What CAN we do?

I was recently perusing the DailyKos and I came across this video. Take a look...



It all sounds so convincing, doesn't it? Great artist, patriotic pictures, hard working Americans just trying to do what is right and, of course, evil businessmen trying to scarf up everything good about this country for themselves. What could be wrong with that story?

I grew up in the 1960's. I can remember, through the lens of a naive kid, how things were. We were pretty happy in our lives and things were pretty simple.We seemed to have enough money, but we really didn't... or did we? My dad had a 'good' job at the railroad, but he worked his butt off. Outside. In the heat. In the rain. In the cold. Nasty work, but he had a job. We barely had enough money to make ends meet. I remember milk was 4 cents at school. If we took a nickle with us to buy a carton, we had to bring the penny back. Seriously. Did we know we were poor? Not really, and there were others a lot worse off than us.

Patches on pants and torn clothes were not a fashion statement, it was just part of growing up. My mom would mend them, which was OK. My teeth are still crooked because kids didn't get braces back then. We didn't have the money for braces and there was no peer obligation to get them.

When school started, we bought our books and meager supplies ourselves. No one made the other kids show up at school with extra supplies to share. We bagged our lunch since there was no free lunch program. Incredibly, we were able to learn without the use of whiteboards and dry erase markers, computers on every desktop, projectors with touch-screens in the classroom and security guards at every entrance.

And what about those great jobs everyone reminisces about? Were they really that good? I don't think so. Factory jobs were not an object of people's lust. Factory jobs were routinely derided as human abuse, with people lined up at their machines doing mind-numbing, repetitive work in oppressively hot workspaces, day in and day out. What was the answer to this misery? Unionize!

After unionization, wages went up and work rules changed. Some workers started making more money. Good for them. Manufacturers saw their costs starting to skyrocket, and dealing with workers became such a hassle (between union rules and OSHA rules), they put more emphasis on automation. Workers subsequently had less "work" to do and less workers were needed, so those that remained demanded more money by striking (which you must admit, striking is extortion in it's rawest form). Life was finally getting sweet for the proletariat.

Meanwhile the evil corporations were seeing foreign competitors eating their lunch (can you remember how we maligned the Japanese in the 70's and 80's and it was a common belief that they were going to eventually own the USA? After them it was the Mexicans and now it is the Chinese as the bogeyman.)

So businesses started "shipping our jobs overseas". I love that term. While it is true that some factories were literally shipped overseas, more likely it was that instead of refurbishing and upgrading the US factory for the next generation product, they just retooled and built new in China or some other Asian country that had less burdensome OSHA and EPA restrictions and the labor force would work for pennies on the dollar.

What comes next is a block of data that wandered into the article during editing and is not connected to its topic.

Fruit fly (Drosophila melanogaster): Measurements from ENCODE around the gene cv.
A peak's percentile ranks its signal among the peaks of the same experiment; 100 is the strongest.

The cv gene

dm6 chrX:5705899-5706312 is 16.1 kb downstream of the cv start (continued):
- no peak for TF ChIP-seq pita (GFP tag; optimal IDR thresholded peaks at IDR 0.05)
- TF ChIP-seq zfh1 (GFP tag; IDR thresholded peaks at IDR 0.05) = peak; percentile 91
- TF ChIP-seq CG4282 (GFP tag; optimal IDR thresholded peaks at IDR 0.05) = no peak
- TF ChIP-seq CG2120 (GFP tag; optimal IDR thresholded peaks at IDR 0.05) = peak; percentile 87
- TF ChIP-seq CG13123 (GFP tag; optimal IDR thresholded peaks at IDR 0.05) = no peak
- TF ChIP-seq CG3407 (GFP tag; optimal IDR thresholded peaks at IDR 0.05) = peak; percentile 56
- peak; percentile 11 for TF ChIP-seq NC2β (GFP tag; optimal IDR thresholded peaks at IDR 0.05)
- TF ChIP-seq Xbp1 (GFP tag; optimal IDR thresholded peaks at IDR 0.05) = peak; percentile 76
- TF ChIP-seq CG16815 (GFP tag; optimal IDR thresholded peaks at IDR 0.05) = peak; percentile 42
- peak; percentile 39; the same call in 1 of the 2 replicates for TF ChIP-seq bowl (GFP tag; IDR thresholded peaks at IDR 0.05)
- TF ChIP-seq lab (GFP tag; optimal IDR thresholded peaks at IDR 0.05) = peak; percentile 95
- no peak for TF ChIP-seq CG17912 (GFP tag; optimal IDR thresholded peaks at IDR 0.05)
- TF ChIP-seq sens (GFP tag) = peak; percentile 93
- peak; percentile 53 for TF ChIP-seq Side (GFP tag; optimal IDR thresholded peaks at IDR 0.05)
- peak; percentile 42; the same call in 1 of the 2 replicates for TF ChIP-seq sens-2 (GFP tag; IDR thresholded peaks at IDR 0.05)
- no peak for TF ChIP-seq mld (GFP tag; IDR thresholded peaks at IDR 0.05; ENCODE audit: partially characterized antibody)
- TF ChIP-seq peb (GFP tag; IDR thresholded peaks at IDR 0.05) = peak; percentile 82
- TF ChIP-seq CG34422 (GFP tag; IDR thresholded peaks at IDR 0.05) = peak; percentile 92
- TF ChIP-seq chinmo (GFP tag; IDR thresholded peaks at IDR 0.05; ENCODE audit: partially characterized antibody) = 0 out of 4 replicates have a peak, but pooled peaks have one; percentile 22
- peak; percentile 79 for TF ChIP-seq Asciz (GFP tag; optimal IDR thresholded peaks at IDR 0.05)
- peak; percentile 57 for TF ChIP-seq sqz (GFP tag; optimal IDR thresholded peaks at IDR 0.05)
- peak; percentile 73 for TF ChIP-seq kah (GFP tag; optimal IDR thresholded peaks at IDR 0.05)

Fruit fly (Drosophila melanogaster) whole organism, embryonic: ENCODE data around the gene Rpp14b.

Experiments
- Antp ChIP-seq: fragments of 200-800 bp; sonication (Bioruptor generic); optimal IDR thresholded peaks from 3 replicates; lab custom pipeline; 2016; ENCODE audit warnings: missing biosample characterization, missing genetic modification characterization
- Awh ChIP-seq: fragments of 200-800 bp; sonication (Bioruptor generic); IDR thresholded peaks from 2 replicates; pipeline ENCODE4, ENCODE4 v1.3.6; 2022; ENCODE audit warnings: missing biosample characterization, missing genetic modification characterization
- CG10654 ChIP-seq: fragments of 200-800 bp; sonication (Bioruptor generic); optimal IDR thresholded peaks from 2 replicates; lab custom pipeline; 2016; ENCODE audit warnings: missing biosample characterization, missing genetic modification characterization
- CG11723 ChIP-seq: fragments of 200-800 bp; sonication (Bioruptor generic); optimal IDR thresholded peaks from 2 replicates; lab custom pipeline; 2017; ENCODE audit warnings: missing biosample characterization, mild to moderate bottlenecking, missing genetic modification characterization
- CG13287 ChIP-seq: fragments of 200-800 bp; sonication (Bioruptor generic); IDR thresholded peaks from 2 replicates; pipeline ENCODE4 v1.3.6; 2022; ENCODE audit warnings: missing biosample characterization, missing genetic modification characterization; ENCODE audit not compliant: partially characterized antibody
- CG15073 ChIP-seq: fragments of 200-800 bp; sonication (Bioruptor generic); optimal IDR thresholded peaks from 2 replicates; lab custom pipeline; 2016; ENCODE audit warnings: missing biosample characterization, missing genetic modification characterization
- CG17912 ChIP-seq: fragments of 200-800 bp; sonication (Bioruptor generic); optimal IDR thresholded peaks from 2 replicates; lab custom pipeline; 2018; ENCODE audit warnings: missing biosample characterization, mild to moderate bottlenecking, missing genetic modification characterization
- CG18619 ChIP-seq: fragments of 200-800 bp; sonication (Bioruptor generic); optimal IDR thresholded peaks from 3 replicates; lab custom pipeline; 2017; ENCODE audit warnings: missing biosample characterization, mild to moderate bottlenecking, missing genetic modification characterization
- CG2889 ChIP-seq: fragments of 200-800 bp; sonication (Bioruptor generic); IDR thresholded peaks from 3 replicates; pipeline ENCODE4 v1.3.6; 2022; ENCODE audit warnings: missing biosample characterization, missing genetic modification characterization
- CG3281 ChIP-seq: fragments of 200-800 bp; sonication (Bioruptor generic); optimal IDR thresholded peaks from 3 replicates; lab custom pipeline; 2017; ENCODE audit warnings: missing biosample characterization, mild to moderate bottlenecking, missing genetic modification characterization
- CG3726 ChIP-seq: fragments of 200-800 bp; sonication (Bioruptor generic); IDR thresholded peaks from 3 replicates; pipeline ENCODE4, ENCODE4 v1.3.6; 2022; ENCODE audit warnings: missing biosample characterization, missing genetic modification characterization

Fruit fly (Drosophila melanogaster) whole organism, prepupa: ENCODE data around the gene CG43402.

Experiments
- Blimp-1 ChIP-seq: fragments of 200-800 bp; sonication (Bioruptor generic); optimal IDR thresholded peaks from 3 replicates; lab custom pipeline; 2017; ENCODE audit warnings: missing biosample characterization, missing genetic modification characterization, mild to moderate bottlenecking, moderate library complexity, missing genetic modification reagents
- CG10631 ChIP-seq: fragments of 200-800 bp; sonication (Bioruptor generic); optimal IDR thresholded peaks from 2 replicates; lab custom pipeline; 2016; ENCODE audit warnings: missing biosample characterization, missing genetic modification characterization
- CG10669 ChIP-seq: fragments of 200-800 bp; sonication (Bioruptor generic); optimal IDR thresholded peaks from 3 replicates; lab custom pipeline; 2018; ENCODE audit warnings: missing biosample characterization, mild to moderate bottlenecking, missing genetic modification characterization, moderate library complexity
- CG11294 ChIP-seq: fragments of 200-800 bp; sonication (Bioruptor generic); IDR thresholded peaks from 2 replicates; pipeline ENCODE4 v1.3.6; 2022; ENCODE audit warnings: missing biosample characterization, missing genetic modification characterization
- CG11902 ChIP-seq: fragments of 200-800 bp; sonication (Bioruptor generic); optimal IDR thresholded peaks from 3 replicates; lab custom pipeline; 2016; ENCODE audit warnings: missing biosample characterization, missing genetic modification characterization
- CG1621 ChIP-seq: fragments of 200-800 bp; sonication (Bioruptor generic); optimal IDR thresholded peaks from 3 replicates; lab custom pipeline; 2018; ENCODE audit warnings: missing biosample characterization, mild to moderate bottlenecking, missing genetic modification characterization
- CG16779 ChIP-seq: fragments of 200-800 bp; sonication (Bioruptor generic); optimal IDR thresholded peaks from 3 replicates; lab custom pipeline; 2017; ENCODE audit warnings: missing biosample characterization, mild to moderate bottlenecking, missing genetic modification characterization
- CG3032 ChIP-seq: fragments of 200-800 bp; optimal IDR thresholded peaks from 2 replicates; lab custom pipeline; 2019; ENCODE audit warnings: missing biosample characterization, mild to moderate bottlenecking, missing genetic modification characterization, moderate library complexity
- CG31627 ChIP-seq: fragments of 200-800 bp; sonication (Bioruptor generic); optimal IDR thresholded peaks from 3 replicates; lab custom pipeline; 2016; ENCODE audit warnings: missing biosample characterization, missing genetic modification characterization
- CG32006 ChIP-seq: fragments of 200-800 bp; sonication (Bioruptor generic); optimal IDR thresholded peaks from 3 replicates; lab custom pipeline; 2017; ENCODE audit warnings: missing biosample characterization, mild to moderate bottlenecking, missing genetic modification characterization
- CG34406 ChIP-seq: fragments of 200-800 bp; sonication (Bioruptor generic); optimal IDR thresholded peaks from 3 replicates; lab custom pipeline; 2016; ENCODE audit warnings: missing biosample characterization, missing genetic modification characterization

At this point, those crappy jobs that everyone liked to complain about and strike against to squeeze more money out of the captains of industry were starting to look pretty good. It seems that the Golden Goose had gotten cooked.

About the time that the whole manufacturing contraction should have caused a catastrophic collapse of business in the US and in the world, the Internet came along. WOW!!! Who could have predicted that? Suddenly value and riches were being created out of thin air. President Clinton likes to take credit for that boom time, but Khrushchev could have been president and the economy would have done well.

Almost overnight, there were gobs of money sloshing around. Like water from a swollen river filling a reservoir, the money had to go somewhere. Coincidentally, the government had recently forced banks to relax their lending standards for home mortgages, threatening them with penalties and prosecution if they didn't help un-creditworthy minorities purchase homes and be able to participate in the American Dream.

And these weren't just any homes. Many were McMansions, homes bedecked and bedazzled with the latest cool features. Loans were worked and reworked to get buyers to qualify for interest-only loans, but no need to worry, just re-fi in a few years when the equity has built up (due to the bubble, of course.)

To put the cherry on top, Fannie Mae and Freddie Mac were waiting there to gobble up bundles of these mortgages, stamp them with a tacit US Gov't Seal of Approval and sell the bonds to willing masses awash in the overflow from the tech bubble.

Then, 10 years ago, 9/11 disrupted everything. The market was already trying to correct, but the government expanded greatly to meet the threat, military spending blew up (pun intended) and various stimulus packages were tossed out like aid packages from relief helicopters.

Finally in 2008 the levee that had been holding back all of the bad economic voodoo burst. You all know what happened next. Credit shut down, banks almost went bankrupt, many nations teetered on the brink of insolvency, businesses pulled back and started laying off hundreds of thousands of workers.Millions started collecting unemployment insurance.When that ran out, it was extended and extended and extended again (rumor has it that Obama wants to extend it for yet another year.)

What a mess!